A Void (La Disparition) is a lipogram in which the letter e does not appear. In English this deprives one of an essential article ("the") and about two thirds of the words in the language; in French it is even worse, leaving one with about an eighth of the lexicon. My initial feeling was that this was a gimmick which might be amusing in a poem or a short story but which must surely be ridiculous in a novel, but I soon realised I was wrong.
The afterword to A Void claims that "its origin was totally haphazard, touch and go, a flip of a coin. It all got out of hand with a companion calling my bluff...", but Bellos' biography of Perec makes it clear that A Void was the result of a long-standing fascination both with the use of such constraints in literature and with that constraint in particular. In any event, it is not an exercise in frivolity or an attempt to show off linguistic skills. It is not simply an "ordinary" novel rewritten without es: there is no way that it could be "translated" into ordinary French (or English), since its orthographic constraint is worked in to its very substance. The weirdness of the vocabulary and syntax induce a profound unease in the reader, mirroring the hallucinatory paranoia of the plot, a wildly fantastic conspiracy story, and the characters' own sense that there is something fundamentally wrong with their world. There are also plenty of symbolic, semiotic, and literary diversions. (Included are some "translations" of famous passages of poetry, among them Ozymandias and William Shakspar's famous "living or not living" soliloquy.)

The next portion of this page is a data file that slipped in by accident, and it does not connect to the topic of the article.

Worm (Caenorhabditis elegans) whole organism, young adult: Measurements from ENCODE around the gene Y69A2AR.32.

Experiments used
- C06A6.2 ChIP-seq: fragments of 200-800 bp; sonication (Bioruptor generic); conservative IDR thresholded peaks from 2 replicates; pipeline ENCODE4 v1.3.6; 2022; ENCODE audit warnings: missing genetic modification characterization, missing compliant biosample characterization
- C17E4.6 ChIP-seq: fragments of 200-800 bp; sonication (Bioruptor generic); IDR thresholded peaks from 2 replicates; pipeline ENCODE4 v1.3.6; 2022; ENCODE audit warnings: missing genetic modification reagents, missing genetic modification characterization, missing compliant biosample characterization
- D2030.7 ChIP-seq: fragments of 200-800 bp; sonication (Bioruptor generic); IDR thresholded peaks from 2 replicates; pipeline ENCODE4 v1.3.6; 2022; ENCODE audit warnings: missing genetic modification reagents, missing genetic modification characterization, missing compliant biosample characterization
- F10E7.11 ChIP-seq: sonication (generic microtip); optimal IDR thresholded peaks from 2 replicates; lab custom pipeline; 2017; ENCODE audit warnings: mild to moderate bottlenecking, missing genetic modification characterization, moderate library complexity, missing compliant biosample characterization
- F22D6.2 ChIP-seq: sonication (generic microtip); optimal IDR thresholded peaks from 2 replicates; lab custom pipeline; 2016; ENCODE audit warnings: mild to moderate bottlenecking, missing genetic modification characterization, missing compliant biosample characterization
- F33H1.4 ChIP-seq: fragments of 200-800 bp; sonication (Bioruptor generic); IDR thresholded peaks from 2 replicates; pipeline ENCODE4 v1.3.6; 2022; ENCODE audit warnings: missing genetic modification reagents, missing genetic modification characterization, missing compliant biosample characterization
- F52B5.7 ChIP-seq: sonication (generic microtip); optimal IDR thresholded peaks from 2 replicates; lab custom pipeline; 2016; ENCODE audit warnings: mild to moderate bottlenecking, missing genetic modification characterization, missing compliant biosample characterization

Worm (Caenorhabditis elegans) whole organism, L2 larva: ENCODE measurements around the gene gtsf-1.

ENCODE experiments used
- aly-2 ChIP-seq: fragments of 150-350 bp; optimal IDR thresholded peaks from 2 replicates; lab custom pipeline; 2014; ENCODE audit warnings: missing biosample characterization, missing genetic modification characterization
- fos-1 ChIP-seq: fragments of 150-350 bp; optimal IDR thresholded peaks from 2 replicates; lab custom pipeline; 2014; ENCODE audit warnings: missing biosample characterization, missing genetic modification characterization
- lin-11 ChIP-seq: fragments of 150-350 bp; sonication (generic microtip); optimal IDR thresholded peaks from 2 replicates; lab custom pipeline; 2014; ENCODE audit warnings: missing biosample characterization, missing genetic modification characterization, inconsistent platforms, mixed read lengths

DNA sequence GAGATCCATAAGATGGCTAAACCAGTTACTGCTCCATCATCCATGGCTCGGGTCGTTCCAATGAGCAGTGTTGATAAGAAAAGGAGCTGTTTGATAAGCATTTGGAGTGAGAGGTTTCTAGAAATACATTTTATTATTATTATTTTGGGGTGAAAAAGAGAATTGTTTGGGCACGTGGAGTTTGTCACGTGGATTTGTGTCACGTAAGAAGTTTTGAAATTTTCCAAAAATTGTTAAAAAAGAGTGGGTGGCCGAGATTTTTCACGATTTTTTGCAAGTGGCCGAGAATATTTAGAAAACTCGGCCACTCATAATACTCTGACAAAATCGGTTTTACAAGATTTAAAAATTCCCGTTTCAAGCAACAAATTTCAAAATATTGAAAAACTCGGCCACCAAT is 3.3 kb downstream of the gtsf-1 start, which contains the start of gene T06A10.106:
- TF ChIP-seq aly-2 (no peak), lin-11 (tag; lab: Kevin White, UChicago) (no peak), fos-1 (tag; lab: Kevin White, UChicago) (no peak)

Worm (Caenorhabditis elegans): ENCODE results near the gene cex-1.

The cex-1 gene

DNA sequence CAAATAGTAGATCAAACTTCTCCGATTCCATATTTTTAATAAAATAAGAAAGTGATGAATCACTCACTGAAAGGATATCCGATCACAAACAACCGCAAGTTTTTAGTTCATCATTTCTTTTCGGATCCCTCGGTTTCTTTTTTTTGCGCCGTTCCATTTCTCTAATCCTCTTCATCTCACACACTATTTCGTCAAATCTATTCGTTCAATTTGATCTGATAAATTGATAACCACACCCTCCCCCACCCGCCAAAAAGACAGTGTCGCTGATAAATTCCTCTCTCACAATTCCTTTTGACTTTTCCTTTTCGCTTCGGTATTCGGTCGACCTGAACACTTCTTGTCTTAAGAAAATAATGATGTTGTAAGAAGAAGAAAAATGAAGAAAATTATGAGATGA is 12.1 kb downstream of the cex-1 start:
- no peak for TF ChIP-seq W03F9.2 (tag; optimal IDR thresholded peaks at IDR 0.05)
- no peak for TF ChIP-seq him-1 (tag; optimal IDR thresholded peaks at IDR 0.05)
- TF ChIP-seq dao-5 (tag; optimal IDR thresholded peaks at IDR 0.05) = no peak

A Void is an unnerving but insanely compelling work, and one which is rather hard to compare with anything else. It does have some similarities with Perec's later classic Life A User's Manual, but it will never be as popular. Adair deserves special praise for translating a work which poses such unusual difficulties; one almost feels he should have been credited as a co-author.
- Related reviews:
- Georges Perec - Three: Which Moped? The Exeter Text. A Gallery Portrait.
- more French literature
- more Oulipo
- books published by Harvill Press